Monthly Archives: August 2014

“Lost River Suite” by Ben Nardolilli


Asphodel, asphodel,
Symbol the silence, the river
You crossed over the moon bank,
The moon bridge, heavy with toil,
Asphodel charming, charm
Again over the pinecone races,
Track through the field your old love

River blues over the sandy cove,
Through the grass, you
Face of all faces and branches,
Seal off the lagoon and dreams,
No barrier but blindness now,
To circulate over the boundary with you,
Together under the same hood at last

You open your hand and crush the pill,
You ask me to taste
Terrible sweetness, the twisted cures,
Terrible the forgetting of the song,
The tongue of the rock speaking,
No dam of dustbin thoughts,
Bring out the forbidden seeds
And save yourself from the season.

Strike up the currents to dance,
Mingle over the roots to excess,
Make tree statues in the shadows,
Stalk and grind your bone footsteps guide,
Bend the wind to the old bow,
Asphodel, asphodel emerge
With your bitter winter wings

This has been “Lost River Suite” by Ben Nardolilli, the fifth installment of our Fractured Retina series.

Ben Nardolilli currently lives in Arlington, Virginia. His work has appeared in Perigee Magazine, Red Fez, Danse Macabre, The 22 Magazine, Quail Bell Magazine, Elimae, fwriction, THEMA, Pear Noir, The Minetta Review, and Yes Poetry. He has a chapbook Common Symptoms of an Enduring Chill Explained (, from Folded Word Press. He blogs at and is looking to publish a novel.

Photo illustration by Allison Fabian


Paintings by Marc Moses

IMG_0519 No Time 2 Spare, 36″ x 36″, acrylic on canvas

I used to worry that I intentionally aimed for accessibility where so many of the artists I most admire, like de Kooning, aimed for the more abstract? Recently, though, I’ve begun to feel that if my orientation is toward the observer, it is partially because my transition from pure observer to artist occurred so late, and also because my vantage point is no longer at the center of the map. Now when I reach out to the observer, it is through the angles and abstractions of others who have pushed and distorted the envelope. Art is, for many, a spiritual endeavor. Still, I personally believe that it is in the context of a non-theistic world that artistic expression holds even greater significance. Every artwork does, in fact, represent its own particular affirmation of intentionality over randomness. It was an encounter with color later in my life that triggered my birth as painter, but it occurred decades after I had first learned to sketch, which I did sitting in on life-drawing classes a friend’s father taught at Parsons in my early teens. I developed some facility drawing with charcoal back then, but never considered venturing beyond black and white, where there is an obvious right or wrong. Color would, I worried, only introduce more complications and aware of my difficulty with decisions, as basic as buying toothpaste, it seemed safest to stay away from color.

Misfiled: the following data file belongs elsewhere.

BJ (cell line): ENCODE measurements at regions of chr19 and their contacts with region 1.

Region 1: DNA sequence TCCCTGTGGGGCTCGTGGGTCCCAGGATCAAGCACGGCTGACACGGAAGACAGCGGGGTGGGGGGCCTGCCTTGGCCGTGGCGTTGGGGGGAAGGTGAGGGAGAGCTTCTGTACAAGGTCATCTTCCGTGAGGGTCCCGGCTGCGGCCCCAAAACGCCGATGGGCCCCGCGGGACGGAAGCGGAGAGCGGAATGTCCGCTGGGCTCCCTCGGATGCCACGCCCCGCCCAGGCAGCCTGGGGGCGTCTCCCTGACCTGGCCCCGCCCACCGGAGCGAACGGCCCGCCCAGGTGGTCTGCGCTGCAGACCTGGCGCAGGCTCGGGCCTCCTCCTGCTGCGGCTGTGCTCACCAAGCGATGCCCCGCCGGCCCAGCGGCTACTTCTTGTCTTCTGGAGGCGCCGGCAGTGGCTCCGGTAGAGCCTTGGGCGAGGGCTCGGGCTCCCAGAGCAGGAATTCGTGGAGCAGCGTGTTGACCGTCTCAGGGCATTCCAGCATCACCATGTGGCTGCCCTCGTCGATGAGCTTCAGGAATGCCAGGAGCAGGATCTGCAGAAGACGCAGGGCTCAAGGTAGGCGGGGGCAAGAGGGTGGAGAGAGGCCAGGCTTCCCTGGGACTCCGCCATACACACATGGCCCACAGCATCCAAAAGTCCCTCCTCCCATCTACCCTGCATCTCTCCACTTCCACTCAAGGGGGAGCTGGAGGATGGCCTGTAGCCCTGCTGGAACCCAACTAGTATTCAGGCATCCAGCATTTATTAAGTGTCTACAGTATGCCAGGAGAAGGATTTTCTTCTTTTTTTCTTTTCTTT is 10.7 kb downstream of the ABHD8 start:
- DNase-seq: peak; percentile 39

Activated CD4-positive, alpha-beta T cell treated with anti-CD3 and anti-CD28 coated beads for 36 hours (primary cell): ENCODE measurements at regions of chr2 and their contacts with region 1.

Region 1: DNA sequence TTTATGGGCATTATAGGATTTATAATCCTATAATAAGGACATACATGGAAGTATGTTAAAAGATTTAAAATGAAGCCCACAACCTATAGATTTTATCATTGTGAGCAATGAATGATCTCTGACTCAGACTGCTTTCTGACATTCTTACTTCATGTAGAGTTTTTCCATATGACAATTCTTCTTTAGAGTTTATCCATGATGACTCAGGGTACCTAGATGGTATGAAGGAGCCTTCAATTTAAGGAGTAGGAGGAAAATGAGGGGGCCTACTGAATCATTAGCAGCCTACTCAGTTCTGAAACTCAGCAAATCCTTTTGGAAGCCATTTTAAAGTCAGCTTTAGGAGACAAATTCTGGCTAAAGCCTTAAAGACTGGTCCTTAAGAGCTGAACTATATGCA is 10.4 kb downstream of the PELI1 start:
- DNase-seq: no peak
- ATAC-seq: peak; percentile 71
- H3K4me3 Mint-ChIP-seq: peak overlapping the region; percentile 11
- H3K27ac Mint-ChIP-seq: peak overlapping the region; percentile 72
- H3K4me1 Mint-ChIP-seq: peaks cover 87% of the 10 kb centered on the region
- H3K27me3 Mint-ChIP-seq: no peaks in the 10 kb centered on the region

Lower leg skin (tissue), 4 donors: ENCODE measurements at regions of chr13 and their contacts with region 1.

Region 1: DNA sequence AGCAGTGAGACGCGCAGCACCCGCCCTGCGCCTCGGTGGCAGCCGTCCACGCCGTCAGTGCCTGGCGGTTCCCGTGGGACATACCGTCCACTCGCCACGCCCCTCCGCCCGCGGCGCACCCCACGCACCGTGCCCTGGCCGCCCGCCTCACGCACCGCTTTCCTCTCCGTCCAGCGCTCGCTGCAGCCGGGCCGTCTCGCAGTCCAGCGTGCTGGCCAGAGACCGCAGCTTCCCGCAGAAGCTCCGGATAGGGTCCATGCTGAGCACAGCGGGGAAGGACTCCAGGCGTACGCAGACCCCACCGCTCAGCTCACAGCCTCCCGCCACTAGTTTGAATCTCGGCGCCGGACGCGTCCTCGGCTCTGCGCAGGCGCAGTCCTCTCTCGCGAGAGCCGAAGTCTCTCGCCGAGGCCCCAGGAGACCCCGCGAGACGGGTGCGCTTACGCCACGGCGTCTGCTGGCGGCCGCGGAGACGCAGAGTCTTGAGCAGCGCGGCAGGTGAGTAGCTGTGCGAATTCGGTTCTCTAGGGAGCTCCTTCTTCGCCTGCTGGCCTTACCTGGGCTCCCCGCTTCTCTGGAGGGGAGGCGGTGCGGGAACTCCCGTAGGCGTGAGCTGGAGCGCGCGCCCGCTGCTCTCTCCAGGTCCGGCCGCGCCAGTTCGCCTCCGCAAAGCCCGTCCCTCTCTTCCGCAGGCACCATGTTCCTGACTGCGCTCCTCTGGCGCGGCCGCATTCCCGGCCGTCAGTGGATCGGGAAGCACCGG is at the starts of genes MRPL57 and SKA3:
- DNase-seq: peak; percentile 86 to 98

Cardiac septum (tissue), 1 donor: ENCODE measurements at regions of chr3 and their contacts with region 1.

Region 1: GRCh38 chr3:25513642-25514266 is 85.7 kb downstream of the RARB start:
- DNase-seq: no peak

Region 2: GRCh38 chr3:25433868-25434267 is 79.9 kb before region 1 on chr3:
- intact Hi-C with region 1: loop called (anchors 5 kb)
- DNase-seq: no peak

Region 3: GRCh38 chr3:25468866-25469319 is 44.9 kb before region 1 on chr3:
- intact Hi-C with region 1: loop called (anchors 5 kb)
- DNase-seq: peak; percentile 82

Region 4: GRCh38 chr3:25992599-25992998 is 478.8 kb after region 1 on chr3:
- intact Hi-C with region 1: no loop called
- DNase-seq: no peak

phpThumb_generated_thumbnailjpgView from the Office, 36″ x 44″, acrylic on canvas

I continued to sketch sporadically over the years. Nevertheless, the feeling of being intimidated by color made it hard to take myself more seriously as an artist. Not until decades later, in the aftermath of a drug addiction and having lost my apartment, I ended up living at a city shelter on the lower east side. This shelter, however, had an art studio that had been sponsored and subsidized by a philanthropist with a true love for the arts. I can honestly say that I spent most of my waking hours at the shelter there in that art room. And given the shelter’s 6:00 a.m. wake-up call for breakfast, I had a lot of waking hours during that year. Rejecting a history of only sketching and drawing in black and white, I started exploring and I soon discovered a passion for color which has kept me painting ever since.

phpThumb_generated_thumbnailjpg-1L.E.S. 2012, 48″ x 48″, acrylic on canvas

Avoiding color was one of those decisions that had made perfect intellectual and logical sense. Also it is a decision which proved to be entirely wrong when I discovered a sensitivity to color that allows me to match a given color or shade. Had my life followed a less tumultuous path, many things would be quite different and it is most likely I would not be a painter, and that would be too bad because painting, more than anything else, really feels like what I should be doing.

To see more work by Marc Moses, visit his website at


“Midtown Crosshairs” by Brian Alvarado

Circa- 2:00 AM,

Circa- the West 50s,

and yet impedimentary

flows of traffic persist,

mostly droves of

taxi-worker drones

finally calling it quits.

The transcendent traverse

of shame and defeat

is always an undesirable one.

Because going crosstown then (or anywhere for that matter)

was indicative of specific resolutions.

The internal wake-up call—

the hand spent too long on

the surface of the most

hellacious of stoves,

the reminder that in this dog-eat-
cat-eat-dog-and-cat world,

slow and steady skims the lace,

and ultimately,

the nicest of predators

do finish last.

This has been “Midtown Crosshairs” by Brian Alvarado.

Brian Alvarado is a sonnet, opera, and craft beer enthusiast born and raised in the Bronx, NY.